Islamophobia and its disturbing parallel in Malaysia

Next month, the world commemorates the first anniversary of the Christchurch mosque killings.

One day after the March 15 massacre, leaders, organisations and the media around the world expressed horror, sorrow and disgust.

The gunman opened fire on a peaceful gathering of Muslim worshippers, on Friday, at the al-Noor and Linwood mosques. 51 unsuspecting men, women and children were mercilessly murdered. 39 others were injured.

It is clear that Hitler’s irrational fear of the “genocide of the white race” did not die with him that fateful day in 1945.

While cyanide and a shot to the temple resulted in his successful suicide, Hitler’s destructive nationalist ideology has survived through the decades.

A persistent, common language of nationalism and racial supremacist ideas has survived, even in post-GE14 Malaysia.

The Christchurch shooter’s 74-page manifesto contains words and phrases like cosmic war, threat to race survival, and genocide due to immigration and inter-marriages.

Twisted meanings of racial integration are deliberately presented as euphemisms for genocide.

Also, key phrases stand out in the manifesto, such as “invaders in our lands will never be their lands” and “our homelands are our own”.

Such supremacist ideology also transcends national borders.

For extremist Muslim groups like al-Qaeda and IS, this belief is articulated as a global “war on Islam”.

There is a disturbing parallel in Malaysia’s current socio-political narratives.

Lately, there has been a plethora of over-indulgent and exaggerated phraseology, bordering on extremist language used by our leaders and civil society. The trend is also to insult and ridicule dissenters, without articulating intelligent facts or arguments. Attacks are superficial and over-emotional.

The New Zealand gunman, too, resorted to emotional imagery in his manifesto. He drew on the popular culture of Fortnite, an online game, to capture an audience. He drew a parallel between the imagery of world conflict, factions and violent plots used in Fortnite, with what he thought the White race should strive for, globally.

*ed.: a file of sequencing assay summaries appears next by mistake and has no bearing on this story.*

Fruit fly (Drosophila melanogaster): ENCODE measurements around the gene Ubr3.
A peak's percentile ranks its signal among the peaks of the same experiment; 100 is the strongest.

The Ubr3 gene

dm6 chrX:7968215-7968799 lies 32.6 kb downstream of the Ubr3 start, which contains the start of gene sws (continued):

When it comes to matters of Islam and the Malays, certain politicians and religious leaders cannot accept any form of intellectual challenge. They too resort to imagery.

They imagine that their entire ideological view of race and religion is doomed amidst such challenges, and that a quick fix is imperative.

The quick-fix narrative among our leaders is to “protect” and “defend”, and in the process, “save” Islam, the Malays and Malaysia.

For the Christchurch shooter, his quick fix was to murder innocent people. For PAS president Abdul Hadi Awang, he had to quickly save Islam and the Malays from illiberal groups, like the G25 Group of Eminent Malays.

Hadi feels that G25 is a grave threat to Muslims. The president of the Malaysian Islamic Organisations Consultative Council, Azmi Abdul Hamid, too, has also accused G25 of trying to polemicise the issue of Islam.

These leaders claim G25 wants to “undo the status of Islam” in Malaysia. The implication is that G25 has put Islam and the unsuspecting Malays under severe threat.